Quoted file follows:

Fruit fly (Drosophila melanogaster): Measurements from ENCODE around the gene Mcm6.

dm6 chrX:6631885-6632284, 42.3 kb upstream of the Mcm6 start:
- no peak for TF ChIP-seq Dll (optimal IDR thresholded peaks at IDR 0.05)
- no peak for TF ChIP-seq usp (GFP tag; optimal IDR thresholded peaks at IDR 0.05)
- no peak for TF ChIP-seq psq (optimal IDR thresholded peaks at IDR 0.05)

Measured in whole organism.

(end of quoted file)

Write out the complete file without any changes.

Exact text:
Fruit fly (Drosophila melanogaster): Measurements from ENCODE around the gene Mcm6.

dm6 chrX:6631885-6632284, 42.3 kb upstream of the Mcm6 start:
- no peak for TF ChIP-seq Dll (optimal IDR thresholded peaks at IDR 0.05)
- no peak for TF ChIP-seq usp (GFP tag; optimal IDR thresholded peaks at IDR 0.05)
- no peak for TF ChIP-seq psq (optimal IDR thresholded peaks at IDR 0.05)

Measured in whole organism.